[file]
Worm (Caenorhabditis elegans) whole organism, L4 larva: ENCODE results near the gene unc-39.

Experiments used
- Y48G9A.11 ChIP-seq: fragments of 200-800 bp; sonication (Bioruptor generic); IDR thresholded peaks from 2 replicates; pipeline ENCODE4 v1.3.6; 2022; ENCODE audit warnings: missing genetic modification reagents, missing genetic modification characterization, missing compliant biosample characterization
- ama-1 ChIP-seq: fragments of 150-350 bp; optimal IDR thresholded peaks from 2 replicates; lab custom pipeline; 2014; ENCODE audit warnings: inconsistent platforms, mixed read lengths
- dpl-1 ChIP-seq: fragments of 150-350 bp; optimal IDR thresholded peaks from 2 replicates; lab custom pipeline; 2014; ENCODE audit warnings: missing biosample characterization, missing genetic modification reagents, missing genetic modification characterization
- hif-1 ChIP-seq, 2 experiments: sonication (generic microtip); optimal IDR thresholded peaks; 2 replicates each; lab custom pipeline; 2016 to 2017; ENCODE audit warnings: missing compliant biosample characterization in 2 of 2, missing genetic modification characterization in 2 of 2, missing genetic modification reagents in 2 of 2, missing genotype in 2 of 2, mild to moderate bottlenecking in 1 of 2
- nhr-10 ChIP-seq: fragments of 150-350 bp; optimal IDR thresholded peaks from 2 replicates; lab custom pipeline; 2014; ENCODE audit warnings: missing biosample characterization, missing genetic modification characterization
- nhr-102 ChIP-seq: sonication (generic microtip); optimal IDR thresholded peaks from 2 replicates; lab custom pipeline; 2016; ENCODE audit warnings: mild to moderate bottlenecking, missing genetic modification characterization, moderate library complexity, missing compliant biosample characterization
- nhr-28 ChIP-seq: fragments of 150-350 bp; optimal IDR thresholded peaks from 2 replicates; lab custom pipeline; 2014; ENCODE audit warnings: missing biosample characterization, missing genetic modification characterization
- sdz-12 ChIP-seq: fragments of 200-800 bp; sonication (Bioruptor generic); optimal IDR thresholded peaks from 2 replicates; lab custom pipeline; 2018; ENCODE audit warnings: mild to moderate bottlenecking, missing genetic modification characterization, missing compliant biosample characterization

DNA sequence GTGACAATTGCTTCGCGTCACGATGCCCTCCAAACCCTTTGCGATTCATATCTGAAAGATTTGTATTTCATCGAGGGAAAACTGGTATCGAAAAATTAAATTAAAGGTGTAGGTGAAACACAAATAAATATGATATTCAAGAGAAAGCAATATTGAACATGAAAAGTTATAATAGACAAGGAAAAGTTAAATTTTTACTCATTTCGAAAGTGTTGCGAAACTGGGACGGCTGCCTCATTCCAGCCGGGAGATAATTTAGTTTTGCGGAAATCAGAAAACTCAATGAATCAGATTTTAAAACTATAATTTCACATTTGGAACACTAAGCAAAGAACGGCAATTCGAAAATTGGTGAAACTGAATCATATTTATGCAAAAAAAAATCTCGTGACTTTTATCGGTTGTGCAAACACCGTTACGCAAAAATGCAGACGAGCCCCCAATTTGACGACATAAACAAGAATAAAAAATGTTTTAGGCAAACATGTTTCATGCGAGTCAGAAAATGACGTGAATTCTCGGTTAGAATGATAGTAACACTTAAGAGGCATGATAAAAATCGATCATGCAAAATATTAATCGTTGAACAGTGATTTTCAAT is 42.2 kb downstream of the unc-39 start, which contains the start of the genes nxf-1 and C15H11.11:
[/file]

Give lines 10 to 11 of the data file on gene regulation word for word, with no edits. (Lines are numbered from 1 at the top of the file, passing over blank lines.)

- sdz-12 ChIP-seq: fragments of 200-800 bp; sonication (Bioruptor generic); optimal IDR thresholded peaks from 2 replicates; lab custom pipeline; 2018; ENCODE audit warnings: mild to moderate bottlenecking, missing genetic modification characterization, missing compliant biosample characterization

DNA sequence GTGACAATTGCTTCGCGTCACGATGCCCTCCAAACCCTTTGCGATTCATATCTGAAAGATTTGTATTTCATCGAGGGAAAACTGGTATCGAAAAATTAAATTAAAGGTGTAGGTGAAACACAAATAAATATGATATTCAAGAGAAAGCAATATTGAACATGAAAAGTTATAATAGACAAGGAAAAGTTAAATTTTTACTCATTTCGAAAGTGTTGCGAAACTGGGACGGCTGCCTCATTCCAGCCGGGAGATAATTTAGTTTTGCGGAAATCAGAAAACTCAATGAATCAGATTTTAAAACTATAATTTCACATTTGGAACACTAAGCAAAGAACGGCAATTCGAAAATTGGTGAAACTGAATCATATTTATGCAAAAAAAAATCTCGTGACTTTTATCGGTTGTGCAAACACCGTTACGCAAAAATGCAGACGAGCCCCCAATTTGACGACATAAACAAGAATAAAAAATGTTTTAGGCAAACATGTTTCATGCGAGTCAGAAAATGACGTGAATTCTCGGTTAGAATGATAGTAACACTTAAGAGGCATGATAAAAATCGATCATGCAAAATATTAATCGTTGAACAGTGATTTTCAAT is 42.2 kb downstream of the unc-39 start, which contains the start of the genes nxf-1 and C15H11.11: